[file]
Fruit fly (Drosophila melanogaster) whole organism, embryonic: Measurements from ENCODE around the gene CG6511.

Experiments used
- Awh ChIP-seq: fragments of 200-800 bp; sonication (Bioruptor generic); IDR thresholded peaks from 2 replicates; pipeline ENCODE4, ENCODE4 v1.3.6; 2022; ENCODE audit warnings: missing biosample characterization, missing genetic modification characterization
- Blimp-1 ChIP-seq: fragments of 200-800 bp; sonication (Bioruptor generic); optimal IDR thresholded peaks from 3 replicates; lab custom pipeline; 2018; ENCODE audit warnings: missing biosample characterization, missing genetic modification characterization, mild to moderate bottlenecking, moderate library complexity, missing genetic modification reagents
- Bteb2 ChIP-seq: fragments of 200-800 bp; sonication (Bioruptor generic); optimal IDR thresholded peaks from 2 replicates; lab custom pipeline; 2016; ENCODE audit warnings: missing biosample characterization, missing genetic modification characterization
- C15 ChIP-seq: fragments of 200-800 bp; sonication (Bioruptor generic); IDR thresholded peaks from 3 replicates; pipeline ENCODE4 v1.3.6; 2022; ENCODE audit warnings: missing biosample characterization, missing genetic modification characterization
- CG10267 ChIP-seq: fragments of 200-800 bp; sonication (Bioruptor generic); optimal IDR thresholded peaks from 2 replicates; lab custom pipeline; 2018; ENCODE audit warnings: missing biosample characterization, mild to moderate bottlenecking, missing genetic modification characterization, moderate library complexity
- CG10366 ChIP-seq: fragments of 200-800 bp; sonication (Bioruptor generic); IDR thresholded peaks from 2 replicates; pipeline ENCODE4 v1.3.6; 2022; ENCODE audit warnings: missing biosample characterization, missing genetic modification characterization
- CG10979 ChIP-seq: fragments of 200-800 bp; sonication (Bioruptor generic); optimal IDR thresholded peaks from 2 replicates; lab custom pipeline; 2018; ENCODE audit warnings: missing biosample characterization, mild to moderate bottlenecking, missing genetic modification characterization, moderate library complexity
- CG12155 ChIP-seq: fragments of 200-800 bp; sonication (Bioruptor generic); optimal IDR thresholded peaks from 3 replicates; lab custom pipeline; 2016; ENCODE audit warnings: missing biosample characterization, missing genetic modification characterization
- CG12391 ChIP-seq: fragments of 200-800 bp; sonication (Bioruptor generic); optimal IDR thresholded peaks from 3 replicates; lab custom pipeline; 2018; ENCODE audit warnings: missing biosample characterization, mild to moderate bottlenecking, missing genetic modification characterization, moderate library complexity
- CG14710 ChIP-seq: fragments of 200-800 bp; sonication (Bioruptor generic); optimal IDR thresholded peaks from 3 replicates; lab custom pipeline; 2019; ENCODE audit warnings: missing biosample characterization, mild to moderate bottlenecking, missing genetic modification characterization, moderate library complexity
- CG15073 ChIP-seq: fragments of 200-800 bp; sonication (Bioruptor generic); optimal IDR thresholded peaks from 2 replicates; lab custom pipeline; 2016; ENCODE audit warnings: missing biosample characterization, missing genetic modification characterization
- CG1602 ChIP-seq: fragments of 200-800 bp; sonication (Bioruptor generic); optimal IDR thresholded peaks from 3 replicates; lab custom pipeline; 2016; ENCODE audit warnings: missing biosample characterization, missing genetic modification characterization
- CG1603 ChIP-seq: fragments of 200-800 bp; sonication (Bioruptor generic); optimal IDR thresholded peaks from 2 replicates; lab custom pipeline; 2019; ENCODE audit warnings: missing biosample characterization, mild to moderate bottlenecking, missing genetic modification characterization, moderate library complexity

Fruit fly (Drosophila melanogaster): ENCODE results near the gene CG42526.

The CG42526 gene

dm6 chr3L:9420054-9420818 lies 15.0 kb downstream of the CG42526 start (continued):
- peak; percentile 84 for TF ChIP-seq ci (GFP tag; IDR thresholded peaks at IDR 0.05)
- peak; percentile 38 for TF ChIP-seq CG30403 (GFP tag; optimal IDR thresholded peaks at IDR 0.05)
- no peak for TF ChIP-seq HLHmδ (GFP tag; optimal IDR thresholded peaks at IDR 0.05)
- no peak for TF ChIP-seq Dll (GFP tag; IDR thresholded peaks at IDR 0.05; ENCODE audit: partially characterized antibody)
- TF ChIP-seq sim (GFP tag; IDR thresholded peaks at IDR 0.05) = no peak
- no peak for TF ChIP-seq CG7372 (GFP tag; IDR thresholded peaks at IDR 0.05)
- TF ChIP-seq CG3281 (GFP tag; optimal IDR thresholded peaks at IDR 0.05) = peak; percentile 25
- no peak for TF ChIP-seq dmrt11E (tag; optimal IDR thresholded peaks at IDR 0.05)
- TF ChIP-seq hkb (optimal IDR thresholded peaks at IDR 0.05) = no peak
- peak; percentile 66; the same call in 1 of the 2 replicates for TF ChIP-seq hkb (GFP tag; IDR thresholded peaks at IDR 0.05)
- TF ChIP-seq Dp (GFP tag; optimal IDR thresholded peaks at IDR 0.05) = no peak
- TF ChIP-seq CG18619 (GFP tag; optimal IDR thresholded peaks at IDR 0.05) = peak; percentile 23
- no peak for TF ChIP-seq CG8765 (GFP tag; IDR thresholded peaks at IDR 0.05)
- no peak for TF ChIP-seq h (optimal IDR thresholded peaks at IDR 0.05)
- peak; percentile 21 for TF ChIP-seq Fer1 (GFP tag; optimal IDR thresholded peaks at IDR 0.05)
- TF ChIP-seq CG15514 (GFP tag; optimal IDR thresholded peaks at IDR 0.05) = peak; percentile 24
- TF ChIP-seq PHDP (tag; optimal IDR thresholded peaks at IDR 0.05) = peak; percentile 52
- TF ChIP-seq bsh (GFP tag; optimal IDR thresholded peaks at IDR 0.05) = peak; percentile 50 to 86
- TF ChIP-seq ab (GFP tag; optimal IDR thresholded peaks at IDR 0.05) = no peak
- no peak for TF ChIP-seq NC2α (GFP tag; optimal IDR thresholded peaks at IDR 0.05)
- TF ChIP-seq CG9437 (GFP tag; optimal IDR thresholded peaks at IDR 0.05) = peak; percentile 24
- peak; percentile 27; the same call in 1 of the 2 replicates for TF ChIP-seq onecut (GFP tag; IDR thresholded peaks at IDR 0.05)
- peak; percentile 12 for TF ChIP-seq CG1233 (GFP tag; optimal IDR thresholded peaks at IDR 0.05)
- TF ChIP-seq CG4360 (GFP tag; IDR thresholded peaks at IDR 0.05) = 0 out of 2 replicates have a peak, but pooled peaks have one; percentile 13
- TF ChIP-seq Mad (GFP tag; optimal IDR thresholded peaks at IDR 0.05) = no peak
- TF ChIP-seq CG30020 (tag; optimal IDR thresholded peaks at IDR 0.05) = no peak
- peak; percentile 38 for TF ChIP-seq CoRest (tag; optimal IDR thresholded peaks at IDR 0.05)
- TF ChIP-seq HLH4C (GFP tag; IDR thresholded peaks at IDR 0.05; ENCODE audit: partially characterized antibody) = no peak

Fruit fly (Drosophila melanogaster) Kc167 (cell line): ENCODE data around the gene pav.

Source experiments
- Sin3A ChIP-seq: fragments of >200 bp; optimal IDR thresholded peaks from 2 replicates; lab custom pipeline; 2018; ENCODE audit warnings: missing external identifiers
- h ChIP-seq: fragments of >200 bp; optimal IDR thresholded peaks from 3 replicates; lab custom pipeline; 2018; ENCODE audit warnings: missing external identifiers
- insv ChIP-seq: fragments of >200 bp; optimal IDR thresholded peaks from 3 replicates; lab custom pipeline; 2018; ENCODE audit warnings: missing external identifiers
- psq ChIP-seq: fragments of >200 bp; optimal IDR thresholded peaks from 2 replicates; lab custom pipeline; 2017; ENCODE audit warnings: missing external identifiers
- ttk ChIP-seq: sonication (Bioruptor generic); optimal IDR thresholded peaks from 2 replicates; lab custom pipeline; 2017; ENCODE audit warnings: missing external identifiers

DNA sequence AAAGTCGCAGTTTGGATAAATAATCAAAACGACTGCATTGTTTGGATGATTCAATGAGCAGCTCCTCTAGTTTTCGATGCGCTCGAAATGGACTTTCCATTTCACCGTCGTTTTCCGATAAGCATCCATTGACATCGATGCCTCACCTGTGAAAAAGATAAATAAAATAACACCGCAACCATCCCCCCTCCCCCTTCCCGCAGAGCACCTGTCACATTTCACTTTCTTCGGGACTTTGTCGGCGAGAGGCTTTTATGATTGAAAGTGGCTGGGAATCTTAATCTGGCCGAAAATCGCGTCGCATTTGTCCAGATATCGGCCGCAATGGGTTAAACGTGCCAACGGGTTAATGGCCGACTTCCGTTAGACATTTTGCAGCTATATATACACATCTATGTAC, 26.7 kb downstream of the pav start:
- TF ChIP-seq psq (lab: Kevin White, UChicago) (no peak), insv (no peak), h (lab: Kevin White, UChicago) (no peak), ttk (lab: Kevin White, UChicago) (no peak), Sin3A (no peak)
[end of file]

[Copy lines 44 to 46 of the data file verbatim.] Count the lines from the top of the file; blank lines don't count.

- TF ChIP-seq CG30020 (tag; optimal IDR thresholded peaks at IDR 0.05) = no peak
- peak; percentile 38 for TF ChIP-seq CoRest (tag; optimal IDR thresholded peaks at IDR 0.05)
- TF ChIP-seq HLH4C (GFP tag; IDR thresholded peaks at IDR 0.05; ENCODE audit: partially characterized antibody) = no peak